A very interesting thing about this poll is that the respondents were also asked to answer which candidate they voted for in the latest US Presidental election. That means we can see which conspiracy theories are believed in to a greater extent by Right- and Left-wingers, respectively.
TFC reader @freedomviking was kind enough to share his thoughts on conspiracy narratives. Follow him on Twitter and enjoy!
Why it’s more dangerous to debunk conspiracies theories than to openly spread them
There first needs to be a definition of “conspiracy theories” in order to determine whether it is dangerous to speak of them. Conspiracy by definition is either “a secret plan by a group to do something unlawful or harmful” and “the action of plotting or conspiring.”
Conspiracy theories have been getting more common due to the Internet, as anyone can see. If you thought that president Reagan was a lizard in disguise, you had to find like-minded people and spread your pamphlets to them or rely on minor radio stations or “ads” in the form of notes pasted to bus stations and lampposts. Today, if you are equally convinced that President Obama is plotting for a Chinese/Masonic/Reptilian takeover of the Republic, you are one google search away from people who are more than willing to confirm your beliefs and act as your personal megaphone.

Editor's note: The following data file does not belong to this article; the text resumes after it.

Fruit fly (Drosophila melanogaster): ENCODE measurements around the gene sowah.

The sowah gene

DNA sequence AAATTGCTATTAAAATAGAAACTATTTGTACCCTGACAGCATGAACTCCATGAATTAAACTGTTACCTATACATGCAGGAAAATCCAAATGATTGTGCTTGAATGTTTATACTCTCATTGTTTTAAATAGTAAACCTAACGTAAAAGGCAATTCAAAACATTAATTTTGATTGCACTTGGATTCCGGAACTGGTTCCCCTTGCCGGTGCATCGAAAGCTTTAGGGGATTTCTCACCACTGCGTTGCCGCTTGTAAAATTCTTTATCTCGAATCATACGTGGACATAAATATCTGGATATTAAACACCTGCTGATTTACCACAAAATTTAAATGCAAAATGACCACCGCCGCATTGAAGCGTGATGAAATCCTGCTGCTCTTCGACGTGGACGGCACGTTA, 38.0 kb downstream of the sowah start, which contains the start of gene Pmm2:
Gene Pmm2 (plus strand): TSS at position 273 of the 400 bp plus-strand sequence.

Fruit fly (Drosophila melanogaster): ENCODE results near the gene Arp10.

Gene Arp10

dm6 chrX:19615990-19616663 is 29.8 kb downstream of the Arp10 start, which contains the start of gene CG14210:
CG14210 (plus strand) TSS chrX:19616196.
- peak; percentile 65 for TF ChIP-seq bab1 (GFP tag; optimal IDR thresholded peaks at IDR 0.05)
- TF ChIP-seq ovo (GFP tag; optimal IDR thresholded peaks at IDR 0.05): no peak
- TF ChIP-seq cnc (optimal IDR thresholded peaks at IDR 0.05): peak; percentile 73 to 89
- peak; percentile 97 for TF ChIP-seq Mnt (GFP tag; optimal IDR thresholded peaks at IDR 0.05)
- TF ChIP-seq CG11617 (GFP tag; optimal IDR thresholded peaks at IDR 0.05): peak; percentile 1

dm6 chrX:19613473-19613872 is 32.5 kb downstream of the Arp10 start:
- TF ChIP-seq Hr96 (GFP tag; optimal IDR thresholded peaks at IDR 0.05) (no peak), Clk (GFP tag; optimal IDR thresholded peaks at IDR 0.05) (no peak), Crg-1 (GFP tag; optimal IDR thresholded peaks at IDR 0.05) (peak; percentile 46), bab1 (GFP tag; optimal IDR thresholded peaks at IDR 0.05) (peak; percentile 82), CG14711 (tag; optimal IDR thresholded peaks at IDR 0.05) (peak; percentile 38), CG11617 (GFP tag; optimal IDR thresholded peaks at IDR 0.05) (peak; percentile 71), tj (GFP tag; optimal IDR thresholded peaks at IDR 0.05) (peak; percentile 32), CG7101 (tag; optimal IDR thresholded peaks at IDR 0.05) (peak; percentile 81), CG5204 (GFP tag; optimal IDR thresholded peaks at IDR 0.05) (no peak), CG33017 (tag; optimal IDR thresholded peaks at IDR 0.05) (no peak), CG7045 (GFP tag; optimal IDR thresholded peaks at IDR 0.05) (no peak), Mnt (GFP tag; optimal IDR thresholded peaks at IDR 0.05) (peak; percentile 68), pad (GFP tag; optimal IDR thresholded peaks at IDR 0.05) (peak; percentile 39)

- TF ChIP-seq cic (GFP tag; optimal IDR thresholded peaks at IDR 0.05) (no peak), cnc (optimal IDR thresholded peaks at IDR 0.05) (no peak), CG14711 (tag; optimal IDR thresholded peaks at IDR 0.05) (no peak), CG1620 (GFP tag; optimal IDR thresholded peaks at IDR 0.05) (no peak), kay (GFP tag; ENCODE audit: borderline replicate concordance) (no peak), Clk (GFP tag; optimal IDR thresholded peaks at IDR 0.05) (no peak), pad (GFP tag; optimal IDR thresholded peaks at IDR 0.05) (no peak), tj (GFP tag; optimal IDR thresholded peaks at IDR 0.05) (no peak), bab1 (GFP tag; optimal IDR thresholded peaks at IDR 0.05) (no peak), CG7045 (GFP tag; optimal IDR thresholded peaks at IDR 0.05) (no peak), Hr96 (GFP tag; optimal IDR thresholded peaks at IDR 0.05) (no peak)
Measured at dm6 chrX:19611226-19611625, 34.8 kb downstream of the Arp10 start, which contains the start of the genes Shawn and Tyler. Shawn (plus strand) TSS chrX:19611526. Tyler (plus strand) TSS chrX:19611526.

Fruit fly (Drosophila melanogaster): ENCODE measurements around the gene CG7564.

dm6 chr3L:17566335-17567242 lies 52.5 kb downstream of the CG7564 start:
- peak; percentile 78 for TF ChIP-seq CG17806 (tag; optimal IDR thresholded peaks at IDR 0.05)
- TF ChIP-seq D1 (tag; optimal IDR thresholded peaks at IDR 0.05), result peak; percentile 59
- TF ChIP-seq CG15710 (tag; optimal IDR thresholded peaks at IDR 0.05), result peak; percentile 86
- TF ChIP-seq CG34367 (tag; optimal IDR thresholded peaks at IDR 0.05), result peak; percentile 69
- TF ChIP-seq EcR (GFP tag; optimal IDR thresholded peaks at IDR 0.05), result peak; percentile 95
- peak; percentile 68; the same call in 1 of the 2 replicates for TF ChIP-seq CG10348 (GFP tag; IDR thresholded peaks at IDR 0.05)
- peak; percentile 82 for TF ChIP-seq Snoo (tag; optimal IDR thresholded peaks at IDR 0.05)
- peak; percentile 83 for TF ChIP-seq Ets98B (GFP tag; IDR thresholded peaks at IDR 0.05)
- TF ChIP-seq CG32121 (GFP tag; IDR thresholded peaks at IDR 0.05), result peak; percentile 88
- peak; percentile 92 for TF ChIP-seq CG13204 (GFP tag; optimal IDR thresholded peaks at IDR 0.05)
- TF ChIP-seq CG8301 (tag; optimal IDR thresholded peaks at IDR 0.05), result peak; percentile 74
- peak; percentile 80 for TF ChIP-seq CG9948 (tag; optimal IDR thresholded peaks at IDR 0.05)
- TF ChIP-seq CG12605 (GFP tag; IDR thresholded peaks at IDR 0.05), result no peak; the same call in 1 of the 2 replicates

Few groups have the same reputation among conspiracy theorists as do the Illuminati. With it’s trademark Eye of Providence, the group captures the imagination of people who usually aren’t interested in neither conspiracy narratives nor esoteric societies. Although writers like Dan Brown and to a much, much lesser extent (depressingly enough) Robert Anton Wilson have done their part to popularize the Illuminati, the very reason that they could write about the Illuminati rather than any other esoteric society from the 18th century (and these were plentiful) required a certain notoriety on behalf of the Illuminati.